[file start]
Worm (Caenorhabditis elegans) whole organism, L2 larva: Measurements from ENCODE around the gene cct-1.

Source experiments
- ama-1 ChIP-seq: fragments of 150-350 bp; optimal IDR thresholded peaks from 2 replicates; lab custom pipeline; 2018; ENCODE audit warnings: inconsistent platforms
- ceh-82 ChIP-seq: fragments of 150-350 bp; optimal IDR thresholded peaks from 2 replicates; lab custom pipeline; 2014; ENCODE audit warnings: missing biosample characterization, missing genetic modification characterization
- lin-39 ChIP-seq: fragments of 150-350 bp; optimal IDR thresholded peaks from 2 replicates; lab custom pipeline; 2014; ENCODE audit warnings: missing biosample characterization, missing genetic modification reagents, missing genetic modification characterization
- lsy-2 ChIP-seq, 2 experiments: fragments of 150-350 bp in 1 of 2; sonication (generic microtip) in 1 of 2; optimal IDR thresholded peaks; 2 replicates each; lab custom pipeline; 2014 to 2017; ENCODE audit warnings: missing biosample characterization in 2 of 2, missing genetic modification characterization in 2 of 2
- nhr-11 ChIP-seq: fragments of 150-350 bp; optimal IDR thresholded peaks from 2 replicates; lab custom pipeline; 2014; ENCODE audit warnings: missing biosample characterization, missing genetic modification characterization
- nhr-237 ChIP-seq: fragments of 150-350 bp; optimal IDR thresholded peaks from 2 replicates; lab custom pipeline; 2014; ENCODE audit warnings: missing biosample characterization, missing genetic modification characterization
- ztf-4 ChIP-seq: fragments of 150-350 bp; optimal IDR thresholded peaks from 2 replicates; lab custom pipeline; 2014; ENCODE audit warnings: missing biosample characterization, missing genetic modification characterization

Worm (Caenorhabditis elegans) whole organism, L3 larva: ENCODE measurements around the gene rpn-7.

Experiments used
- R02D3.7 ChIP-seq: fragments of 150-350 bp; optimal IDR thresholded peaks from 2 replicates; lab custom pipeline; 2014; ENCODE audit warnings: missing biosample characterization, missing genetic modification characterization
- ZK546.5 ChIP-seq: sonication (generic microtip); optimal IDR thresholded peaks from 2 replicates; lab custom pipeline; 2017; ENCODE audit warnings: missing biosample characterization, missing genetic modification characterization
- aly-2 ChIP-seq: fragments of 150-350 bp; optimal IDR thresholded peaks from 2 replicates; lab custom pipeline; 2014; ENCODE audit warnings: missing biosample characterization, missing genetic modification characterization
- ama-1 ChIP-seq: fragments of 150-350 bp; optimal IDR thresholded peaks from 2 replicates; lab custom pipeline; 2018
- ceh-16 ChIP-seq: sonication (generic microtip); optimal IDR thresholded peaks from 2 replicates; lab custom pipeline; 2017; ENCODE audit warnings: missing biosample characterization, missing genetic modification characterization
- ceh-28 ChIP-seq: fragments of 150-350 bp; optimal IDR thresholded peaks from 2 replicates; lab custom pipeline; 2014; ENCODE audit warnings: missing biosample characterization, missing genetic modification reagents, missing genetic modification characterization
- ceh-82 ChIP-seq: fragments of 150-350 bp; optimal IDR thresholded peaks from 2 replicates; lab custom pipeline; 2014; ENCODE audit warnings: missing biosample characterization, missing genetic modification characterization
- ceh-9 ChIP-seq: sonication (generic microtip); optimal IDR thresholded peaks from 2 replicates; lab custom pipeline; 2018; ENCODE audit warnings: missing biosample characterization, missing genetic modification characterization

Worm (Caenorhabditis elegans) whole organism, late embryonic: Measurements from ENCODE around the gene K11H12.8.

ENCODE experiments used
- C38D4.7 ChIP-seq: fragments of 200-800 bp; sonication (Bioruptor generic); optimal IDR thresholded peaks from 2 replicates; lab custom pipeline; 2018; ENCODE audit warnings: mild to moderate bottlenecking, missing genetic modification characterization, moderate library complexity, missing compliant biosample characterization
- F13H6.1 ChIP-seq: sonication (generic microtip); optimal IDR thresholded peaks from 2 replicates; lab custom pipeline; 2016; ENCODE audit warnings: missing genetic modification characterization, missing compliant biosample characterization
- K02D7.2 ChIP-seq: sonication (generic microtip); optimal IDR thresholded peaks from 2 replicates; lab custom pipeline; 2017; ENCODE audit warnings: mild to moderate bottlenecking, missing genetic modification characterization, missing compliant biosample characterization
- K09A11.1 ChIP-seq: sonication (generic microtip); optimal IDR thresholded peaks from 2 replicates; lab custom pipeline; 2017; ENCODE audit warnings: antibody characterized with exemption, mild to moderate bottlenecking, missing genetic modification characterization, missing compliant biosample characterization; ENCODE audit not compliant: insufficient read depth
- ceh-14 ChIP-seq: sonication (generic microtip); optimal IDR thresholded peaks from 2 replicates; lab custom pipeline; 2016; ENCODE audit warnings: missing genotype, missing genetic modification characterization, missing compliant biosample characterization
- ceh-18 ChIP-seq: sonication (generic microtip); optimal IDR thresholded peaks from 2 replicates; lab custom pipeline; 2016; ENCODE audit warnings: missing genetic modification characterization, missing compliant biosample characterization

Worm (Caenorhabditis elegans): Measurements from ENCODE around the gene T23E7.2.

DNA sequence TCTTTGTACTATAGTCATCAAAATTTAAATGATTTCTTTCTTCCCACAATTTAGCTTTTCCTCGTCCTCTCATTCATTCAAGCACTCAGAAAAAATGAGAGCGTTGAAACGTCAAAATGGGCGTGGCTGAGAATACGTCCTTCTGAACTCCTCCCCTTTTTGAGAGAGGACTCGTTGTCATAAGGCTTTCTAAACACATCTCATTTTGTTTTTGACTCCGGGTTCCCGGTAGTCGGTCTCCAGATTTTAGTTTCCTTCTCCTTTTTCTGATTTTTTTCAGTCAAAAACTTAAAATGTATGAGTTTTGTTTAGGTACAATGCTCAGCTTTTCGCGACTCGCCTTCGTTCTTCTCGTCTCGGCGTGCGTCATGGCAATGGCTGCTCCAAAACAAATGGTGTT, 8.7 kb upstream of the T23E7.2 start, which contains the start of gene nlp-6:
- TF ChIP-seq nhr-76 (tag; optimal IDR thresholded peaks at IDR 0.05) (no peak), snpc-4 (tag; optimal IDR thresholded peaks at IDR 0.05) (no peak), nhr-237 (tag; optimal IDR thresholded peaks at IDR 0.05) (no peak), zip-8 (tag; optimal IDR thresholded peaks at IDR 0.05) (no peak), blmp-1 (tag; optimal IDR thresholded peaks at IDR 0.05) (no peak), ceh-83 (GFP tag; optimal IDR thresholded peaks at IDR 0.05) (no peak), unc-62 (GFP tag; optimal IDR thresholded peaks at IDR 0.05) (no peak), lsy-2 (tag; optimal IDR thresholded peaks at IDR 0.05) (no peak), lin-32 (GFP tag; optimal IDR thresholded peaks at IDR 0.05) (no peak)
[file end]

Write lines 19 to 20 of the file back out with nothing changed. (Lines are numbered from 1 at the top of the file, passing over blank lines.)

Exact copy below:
- ceh-9 ChIP-seq: sonication (generic microtip); optimal IDR thresholded peaks from 2 replicates; lab custom pipeline; 2018; ENCODE audit warnings: missing biosample characterization, missing genetic modification characterization

Worm (Caenorhabditis elegans) whole organism, late embryonic: Measurements from ENCODE around the gene K11H12.8.